In Vivo Evaluation of Immune Responses in Leishmaniasis: The Use of Cross-Species Leishmanin Preparations for Skin Testing

Hannah AkuffoDepartment of Infectious Diseases, Karolinska Institute, Huddinge Hospital, Centro Nacional de Higiene y Epidemiologia (CNHE), All Africa Leprosy Rehabilitation and Training Center (ALERT), Huddinge, Sweden

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Martha DarceDepartment of Infectious Diseases, Karolinska Institute, Huddinge Hospital, Centro Nacional de Higiene y Epidemiologia (CNHE), All Africa Leprosy Rehabilitation and Training Center (ALERT), Huddinge, Sweden

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Kerima MaashoDepartment of Infectious Diseases, Karolinska Institute, Huddinge Hospital, Centro Nacional de Higiene y Epidemiologia (CNHE), All Africa Leprosy Rehabilitation and Training Center (ALERT), Huddinge, Sweden

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Tebebe Yamane BerhanDepartment of Infectious Diseases, Karolinska Institute, Huddinge Hospital, Centro Nacional de Higiene y Epidemiologia (CNHE), All Africa Leprosy Rehabilitation and Training Center (ALERT), Huddinge, Sweden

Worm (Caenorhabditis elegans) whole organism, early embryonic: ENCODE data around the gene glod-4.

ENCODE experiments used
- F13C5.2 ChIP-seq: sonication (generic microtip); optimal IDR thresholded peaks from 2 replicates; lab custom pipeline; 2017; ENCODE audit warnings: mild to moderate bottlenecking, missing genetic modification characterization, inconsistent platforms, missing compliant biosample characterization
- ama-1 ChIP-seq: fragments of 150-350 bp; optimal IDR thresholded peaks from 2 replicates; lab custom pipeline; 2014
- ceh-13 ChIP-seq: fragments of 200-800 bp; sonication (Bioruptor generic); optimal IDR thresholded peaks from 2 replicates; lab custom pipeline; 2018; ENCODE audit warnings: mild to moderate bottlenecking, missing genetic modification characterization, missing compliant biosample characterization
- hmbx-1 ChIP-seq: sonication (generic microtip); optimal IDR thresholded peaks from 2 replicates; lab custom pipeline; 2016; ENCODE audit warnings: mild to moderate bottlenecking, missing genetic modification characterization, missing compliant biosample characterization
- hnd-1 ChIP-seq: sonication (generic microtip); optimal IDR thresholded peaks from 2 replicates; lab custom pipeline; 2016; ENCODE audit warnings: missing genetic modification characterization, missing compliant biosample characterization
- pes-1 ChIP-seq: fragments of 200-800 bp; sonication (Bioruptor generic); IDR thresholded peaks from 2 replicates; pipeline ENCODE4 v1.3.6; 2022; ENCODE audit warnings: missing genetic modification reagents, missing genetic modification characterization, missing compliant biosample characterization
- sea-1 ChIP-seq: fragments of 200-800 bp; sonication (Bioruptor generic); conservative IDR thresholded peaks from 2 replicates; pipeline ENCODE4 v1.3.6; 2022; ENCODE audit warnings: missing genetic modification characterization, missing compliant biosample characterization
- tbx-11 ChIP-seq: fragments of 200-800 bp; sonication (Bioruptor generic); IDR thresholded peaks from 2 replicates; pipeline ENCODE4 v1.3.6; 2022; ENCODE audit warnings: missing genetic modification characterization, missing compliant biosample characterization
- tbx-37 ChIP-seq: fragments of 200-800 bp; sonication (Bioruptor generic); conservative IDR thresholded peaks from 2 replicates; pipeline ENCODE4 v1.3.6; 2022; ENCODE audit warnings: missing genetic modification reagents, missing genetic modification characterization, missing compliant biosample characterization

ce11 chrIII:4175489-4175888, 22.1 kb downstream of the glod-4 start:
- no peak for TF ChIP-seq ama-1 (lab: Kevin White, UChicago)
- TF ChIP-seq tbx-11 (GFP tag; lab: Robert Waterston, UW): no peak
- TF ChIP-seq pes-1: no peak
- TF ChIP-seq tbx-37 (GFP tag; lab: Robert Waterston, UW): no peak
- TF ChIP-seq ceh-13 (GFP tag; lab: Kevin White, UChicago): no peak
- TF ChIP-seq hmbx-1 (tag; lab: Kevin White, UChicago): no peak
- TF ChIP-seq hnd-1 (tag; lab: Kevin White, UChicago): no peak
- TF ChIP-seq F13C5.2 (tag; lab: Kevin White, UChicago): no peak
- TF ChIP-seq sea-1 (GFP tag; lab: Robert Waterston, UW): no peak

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Skin test reactivity to two commercial preparations of Leishmania major leishmanin was evaluated in leishmaniasis patents from Ethiopia (L. aethiopica) and Nicaragua (probably L. braziliensis complex). The purpose of using different preparations of L. major was to evaluate whether L. major skin test antigens could generally be used to detect leishmaniasis due to L. aethiopica and L. braziliensis. One preparation was superior in identifying the majority (83–90%) of confirmed cases of local cutaneous leishmaniasis (LCL) from Ethiopia. In vitro responses to promastigotes of Leishmania spp. correlated well with leishmanin positivity to this preparation. The skin test antigen, which performed less well (showing a positive result in only 50% of the LCL patents), showed promise when used to test active and cured cases of leishmaniasis in Nicaragua (positive result in 92% of the active and cured patents). Cross-reacting Leishmania spp. may be considered for use in the preparation of standardized leishmanin antigen; however, differences in the commercial preparation or the diluent in which the parasites are prepared may affect antigenicity and thus its efficacy in detecting different forms of leishmaniasis in different geographic areas.

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